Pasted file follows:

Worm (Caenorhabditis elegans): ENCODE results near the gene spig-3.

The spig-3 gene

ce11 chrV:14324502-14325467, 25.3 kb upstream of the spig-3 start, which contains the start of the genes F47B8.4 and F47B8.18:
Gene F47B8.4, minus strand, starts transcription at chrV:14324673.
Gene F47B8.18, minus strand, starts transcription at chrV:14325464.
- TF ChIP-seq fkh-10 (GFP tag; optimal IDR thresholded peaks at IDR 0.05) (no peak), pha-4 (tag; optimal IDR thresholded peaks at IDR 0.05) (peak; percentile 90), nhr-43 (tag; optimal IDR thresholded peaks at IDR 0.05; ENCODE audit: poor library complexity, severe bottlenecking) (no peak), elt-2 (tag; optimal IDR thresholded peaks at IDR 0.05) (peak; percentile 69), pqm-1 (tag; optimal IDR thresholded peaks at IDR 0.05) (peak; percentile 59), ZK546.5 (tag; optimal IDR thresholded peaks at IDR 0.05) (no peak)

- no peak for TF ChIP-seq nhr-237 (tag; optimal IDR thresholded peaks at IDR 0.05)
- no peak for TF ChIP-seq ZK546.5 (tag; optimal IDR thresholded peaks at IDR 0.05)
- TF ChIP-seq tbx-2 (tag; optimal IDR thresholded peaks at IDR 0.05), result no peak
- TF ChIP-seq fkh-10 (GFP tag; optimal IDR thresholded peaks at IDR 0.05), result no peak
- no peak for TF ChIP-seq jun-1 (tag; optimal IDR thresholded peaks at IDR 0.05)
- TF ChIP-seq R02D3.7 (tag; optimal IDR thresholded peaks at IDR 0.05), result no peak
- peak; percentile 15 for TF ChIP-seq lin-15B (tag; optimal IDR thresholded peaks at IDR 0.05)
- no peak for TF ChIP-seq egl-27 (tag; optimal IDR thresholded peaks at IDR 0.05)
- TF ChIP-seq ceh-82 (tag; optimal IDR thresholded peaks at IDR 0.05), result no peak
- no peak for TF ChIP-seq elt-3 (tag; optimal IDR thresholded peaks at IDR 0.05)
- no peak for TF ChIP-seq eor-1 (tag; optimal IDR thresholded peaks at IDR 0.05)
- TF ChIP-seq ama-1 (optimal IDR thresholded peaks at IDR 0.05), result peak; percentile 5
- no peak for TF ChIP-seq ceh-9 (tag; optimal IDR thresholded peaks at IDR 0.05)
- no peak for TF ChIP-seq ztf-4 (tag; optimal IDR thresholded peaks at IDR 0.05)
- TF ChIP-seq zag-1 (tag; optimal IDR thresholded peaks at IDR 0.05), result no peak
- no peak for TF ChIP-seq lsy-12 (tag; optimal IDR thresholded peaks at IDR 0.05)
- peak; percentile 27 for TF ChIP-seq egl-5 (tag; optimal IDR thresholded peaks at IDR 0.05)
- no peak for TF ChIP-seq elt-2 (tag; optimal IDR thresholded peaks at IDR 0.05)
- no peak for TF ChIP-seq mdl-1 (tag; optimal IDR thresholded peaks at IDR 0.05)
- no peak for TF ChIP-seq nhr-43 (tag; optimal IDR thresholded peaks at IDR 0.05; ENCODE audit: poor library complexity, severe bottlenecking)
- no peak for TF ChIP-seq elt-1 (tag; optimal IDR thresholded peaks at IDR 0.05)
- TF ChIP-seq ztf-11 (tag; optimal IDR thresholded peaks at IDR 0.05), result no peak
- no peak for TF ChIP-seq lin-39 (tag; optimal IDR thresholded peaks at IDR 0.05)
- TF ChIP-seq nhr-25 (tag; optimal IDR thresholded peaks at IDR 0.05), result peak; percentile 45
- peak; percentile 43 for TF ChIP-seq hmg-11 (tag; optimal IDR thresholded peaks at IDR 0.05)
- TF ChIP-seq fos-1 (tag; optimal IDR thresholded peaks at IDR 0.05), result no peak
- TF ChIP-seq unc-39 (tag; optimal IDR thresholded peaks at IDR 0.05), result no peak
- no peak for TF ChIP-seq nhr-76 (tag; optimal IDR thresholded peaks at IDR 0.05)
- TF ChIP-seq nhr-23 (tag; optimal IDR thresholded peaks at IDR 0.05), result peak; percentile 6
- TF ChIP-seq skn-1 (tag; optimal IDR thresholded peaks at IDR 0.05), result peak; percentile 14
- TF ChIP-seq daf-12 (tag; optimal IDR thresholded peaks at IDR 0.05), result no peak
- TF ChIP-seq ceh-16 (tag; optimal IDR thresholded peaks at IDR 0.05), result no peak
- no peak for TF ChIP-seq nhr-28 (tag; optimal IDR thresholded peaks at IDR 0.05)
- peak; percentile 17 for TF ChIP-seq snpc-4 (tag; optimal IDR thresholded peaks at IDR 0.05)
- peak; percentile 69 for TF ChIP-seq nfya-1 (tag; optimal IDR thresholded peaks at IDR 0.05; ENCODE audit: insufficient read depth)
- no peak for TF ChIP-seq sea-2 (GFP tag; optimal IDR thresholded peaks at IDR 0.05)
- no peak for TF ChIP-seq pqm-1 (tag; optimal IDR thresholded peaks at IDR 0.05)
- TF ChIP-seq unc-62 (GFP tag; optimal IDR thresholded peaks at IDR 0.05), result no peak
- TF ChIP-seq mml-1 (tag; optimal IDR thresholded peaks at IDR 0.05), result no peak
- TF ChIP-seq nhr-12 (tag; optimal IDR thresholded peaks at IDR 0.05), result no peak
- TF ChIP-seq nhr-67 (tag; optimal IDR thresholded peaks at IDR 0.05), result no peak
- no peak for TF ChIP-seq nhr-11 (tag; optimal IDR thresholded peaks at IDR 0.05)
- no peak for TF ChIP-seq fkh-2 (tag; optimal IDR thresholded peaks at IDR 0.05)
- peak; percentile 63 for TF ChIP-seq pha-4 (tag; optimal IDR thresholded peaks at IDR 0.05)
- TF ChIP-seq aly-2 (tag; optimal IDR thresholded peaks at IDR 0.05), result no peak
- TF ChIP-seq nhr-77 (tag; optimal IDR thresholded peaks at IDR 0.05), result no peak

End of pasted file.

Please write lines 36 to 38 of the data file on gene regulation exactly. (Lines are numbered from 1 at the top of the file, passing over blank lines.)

- TF ChIP-seq skn-1 (tag; optimal IDR thresholded peaks at IDR 0.05), result peak; percentile 14
- TF ChIP-seq daf-12 (tag; optimal IDR thresholded peaks at IDR 0.05), result no peak
- TF ChIP-seq ceh-16 (tag; optimal IDR thresholded peaks at IDR 0.05), result no peak